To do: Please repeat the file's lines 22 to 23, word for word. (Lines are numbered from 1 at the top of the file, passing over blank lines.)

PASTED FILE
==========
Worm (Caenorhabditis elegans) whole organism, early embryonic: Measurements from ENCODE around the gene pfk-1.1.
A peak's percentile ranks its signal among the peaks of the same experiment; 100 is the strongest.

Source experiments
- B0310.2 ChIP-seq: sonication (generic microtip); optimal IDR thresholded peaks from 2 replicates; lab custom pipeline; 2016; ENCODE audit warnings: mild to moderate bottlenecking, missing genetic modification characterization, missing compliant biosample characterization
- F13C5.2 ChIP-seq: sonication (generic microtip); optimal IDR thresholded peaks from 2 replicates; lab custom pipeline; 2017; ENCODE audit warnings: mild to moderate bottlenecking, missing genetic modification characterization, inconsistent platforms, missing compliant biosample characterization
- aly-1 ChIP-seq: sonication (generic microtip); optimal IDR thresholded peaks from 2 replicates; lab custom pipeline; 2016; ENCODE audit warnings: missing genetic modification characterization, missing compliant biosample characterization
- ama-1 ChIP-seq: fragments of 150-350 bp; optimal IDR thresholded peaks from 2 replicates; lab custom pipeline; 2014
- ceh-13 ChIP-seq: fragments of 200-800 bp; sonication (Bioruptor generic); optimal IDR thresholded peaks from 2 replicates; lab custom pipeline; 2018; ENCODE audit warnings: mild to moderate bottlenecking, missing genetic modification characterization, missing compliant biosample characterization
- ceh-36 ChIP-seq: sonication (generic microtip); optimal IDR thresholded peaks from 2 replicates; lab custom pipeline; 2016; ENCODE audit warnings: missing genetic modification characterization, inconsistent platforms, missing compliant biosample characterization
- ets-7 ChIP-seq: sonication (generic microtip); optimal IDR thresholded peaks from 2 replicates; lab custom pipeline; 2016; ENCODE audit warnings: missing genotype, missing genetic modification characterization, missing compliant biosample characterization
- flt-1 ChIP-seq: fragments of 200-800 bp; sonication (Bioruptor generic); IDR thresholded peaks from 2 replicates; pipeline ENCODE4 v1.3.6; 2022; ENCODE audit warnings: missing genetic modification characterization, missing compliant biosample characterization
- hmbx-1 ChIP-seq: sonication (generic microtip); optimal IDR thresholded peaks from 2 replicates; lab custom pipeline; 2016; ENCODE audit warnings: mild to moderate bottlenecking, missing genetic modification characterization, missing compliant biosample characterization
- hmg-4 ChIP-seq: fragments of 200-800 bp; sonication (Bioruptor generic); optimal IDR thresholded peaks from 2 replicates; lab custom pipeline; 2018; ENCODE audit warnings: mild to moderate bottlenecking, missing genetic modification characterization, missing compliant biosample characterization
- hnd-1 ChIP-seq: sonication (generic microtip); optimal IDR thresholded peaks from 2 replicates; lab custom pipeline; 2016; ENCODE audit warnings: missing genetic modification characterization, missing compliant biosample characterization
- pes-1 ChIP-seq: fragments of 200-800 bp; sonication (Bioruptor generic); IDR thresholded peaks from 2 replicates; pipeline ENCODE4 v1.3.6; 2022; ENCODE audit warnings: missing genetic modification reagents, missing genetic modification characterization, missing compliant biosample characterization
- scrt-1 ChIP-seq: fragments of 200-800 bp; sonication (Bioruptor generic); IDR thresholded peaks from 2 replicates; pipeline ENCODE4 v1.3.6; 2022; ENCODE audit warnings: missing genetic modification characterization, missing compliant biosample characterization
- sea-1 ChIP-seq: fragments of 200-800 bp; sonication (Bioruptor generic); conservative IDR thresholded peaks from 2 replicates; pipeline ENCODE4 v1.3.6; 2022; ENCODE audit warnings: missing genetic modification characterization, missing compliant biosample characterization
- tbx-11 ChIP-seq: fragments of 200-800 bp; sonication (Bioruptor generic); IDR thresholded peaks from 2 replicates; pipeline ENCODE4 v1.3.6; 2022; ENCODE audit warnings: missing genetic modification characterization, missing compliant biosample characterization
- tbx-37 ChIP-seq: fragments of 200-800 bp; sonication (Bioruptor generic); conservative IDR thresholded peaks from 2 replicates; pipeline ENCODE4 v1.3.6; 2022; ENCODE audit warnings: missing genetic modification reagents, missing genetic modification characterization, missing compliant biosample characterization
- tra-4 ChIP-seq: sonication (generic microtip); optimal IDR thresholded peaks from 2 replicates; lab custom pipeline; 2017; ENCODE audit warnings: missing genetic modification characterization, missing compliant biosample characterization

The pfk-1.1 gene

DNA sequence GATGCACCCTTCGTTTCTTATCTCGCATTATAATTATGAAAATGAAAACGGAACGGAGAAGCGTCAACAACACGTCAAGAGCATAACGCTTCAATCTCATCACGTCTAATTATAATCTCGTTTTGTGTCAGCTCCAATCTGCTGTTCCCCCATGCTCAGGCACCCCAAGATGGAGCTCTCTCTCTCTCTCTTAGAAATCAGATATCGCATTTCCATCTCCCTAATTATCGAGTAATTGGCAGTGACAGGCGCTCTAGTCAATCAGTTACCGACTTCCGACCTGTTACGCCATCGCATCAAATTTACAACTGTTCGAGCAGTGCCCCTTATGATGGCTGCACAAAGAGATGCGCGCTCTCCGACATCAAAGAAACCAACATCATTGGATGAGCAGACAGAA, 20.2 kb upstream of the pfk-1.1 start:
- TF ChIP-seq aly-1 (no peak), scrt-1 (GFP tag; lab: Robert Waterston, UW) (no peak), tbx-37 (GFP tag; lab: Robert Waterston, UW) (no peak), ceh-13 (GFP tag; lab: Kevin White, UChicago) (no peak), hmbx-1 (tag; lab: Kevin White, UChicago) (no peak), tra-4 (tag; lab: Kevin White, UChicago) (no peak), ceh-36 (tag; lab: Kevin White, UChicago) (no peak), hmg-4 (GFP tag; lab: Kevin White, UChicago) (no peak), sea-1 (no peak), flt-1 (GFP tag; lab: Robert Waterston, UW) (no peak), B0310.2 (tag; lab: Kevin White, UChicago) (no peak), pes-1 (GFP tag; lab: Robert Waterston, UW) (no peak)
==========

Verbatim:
DNA sequence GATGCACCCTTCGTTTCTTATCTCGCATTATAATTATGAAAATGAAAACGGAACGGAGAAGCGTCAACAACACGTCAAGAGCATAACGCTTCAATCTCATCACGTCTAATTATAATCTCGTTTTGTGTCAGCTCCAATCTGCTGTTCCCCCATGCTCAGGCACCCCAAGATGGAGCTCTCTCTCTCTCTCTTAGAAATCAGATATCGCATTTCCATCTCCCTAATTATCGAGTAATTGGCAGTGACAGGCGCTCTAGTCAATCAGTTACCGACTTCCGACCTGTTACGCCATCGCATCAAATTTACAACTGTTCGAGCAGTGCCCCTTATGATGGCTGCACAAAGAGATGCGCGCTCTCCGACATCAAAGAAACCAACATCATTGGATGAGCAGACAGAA, 20.2 kb upstream of the pfk-1.1 start:
- TF ChIP-seq aly-1 (no peak), scrt-1 (GFP tag; lab: Robert Waterston, UW) (no peak), tbx-37 (GFP tag; lab: Robert Waterston, UW) (no peak), ceh-13 (GFP tag; lab: Kevin White, UChicago) (no peak), hmbx-1 (tag; lab: Kevin White, UChicago) (no peak), tra-4 (tag; lab: Kevin White, UChicago) (no peak), ceh-36 (tag; lab: Kevin White, UChicago) (no peak), hmg-4 (GFP tag; lab: Kevin White, UChicago) (no peak), sea-1 (no peak), flt-1 (GFP tag; lab: Robert Waterston, UW) (no peak), B0310.2 (tag; lab: Kevin White, UChicago) (no peak), pes-1 (GFP tag; lab: Robert Waterston, UW) (no peak)